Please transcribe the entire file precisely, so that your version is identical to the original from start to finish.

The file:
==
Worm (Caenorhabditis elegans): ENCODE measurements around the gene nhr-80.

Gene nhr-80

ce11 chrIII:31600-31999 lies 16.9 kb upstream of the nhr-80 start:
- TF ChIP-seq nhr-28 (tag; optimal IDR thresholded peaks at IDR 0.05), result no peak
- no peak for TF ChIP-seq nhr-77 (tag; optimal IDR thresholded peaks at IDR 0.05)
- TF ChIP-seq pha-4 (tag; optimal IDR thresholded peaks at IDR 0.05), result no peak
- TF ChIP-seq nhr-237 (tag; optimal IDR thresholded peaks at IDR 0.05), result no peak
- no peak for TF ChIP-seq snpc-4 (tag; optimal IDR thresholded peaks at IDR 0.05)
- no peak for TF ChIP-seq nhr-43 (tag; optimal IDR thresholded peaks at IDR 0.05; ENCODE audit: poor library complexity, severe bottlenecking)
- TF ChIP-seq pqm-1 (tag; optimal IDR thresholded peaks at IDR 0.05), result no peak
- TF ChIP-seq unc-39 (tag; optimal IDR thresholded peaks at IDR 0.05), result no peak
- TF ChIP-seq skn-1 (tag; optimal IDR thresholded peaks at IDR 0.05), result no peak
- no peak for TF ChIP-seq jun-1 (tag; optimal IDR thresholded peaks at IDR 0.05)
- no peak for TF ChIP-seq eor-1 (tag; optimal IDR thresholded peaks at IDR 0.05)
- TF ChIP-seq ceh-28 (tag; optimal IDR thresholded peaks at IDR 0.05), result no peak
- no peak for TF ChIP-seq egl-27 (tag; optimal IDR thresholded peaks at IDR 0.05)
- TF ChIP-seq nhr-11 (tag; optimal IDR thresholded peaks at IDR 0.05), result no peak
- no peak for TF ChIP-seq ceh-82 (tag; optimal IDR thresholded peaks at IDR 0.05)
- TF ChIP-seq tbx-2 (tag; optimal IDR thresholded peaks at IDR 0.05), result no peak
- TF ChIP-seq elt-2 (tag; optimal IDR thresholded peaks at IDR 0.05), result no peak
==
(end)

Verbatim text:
Worm (Caenorhabditis elegans): ENCODE measurements around the gene nhr-80.

Gene nhr-80

ce11 chrIII:31600-31999 lies 16.9 kb upstream of the nhr-80 start:
- TF ChIP-seq nhr-28 (tag; optimal IDR thresholded peaks at IDR 0.05), result no peak
- no peak for TF ChIP-seq nhr-77 (tag; optimal IDR thresholded peaks at IDR 0.05)
- TF ChIP-seq pha-4 (tag; optimal IDR thresholded peaks at IDR 0.05), result no peak
- TF ChIP-seq nhr-237 (tag; optimal IDR thresholded peaks at IDR 0.05), result no peak
- no peak for TF ChIP-seq snpc-4 (tag; optimal IDR thresholded peaks at IDR 0.05)
- no peak for TF ChIP-seq nhr-43 (tag; optimal IDR thresholded peaks at IDR 0.05; ENCODE audit: poor library complexity, severe bottlenecking)
- TF ChIP-seq pqm-1 (tag; optimal IDR thresholded peaks at IDR 0.05), result no peak
- TF ChIP-seq unc-39 (tag; optimal IDR thresholded peaks at IDR 0.05), result no peak
- TF ChIP-seq skn-1 (tag; optimal IDR thresholded peaks at IDR 0.05), result no peak
- no peak for TF ChIP-seq jun-1 (tag; optimal IDR thresholded peaks at IDR 0.05)
- no peak for TF ChIP-seq eor-1 (tag; optimal IDR thresholded peaks at IDR 0.05)
- TF ChIP-seq ceh-28 (tag; optimal IDR thresholded peaks at IDR 0.05), result no peak
- no peak for TF ChIP-seq egl-27 (tag; optimal IDR thresholded peaks at IDR 0.05)
- TF ChIP-seq nhr-11 (tag; optimal IDR thresholded peaks at IDR 0.05), result no peak
- no peak for TF ChIP-seq ceh-82 (tag; optimal IDR thresholded peaks at IDR 0.05)
- TF ChIP-seq tbx-2 (tag; optimal IDR thresholded peaks at IDR 0.05), result no peak
- TF ChIP-seq elt-2 (tag; optimal IDR thresholded peaks at IDR 0.05), result no peak